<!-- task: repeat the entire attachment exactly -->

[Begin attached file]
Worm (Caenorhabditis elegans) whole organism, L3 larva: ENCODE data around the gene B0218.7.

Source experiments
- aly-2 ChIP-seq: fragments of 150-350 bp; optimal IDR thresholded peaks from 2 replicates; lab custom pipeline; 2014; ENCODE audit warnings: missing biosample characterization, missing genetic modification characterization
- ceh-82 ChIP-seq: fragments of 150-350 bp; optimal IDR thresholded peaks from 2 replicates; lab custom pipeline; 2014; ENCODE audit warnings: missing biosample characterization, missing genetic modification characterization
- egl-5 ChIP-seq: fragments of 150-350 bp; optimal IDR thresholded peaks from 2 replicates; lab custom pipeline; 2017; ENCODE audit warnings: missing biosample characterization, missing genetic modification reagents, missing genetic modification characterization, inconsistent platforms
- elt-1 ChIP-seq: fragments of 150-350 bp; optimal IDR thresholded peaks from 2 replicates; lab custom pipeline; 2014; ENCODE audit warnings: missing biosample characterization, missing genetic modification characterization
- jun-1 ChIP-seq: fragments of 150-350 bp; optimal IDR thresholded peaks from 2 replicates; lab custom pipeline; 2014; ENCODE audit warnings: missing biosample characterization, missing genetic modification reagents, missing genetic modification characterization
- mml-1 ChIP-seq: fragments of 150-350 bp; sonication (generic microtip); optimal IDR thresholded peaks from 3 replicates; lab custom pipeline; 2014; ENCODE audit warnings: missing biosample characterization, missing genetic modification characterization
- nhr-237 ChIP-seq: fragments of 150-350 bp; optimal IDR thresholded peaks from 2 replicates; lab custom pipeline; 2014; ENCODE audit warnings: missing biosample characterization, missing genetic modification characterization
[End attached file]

Worm (Caenorhabditis elegans) whole organism, L3 larva: ENCODE data around the gene B0218.7.

Source experiments
- aly-2 ChIP-seq: fragments of 150-350 bp; optimal IDR thresholded peaks from 2 replicates; lab custom pipeline; 2014; ENCODE audit warnings: missing biosample characterization, missing genetic modification characterization
- ceh-82 ChIP-seq: fragments of 150-350 bp; optimal IDR thresholded peaks from 2 replicates; lab custom pipeline; 2014; ENCODE audit warnings: missing biosample characterization, missing genetic modification characterization
- egl-5 ChIP-seq: fragments of 150-350 bp; optimal IDR thresholded peaks from 2 replicates; lab custom pipeline; 2017; ENCODE audit warnings: missing biosample characterization, missing genetic modification reagents, missing genetic modification characterization, inconsistent platforms
- elt-1 ChIP-seq: fragments of 150-350 bp; optimal IDR thresholded peaks from 2 replicates; lab custom pipeline; 2014; ENCODE audit warnings: missing biosample characterization, missing genetic modification characterization
- jun-1 ChIP-seq: fragments of 150-350 bp; optimal IDR thresholded peaks from 2 replicates; lab custom pipeline; 2014; ENCODE audit warnings: missing biosample characterization, missing genetic modification reagents, missing genetic modification characterization
- mml-1 ChIP-seq: fragments of 150-350 bp; sonication (generic microtip); optimal IDR thresholded peaks from 3 replicates; lab custom pipeline; 2014; ENCODE audit warnings: missing biosample characterization, missing genetic modification characterization
- nhr-237 ChIP-seq: fragments of 150-350 bp; optimal IDR thresholded peaks from 2 replicates; lab custom pipeline; 2014; ENCODE audit warnings: missing biosample characterization, missing genetic modification characterization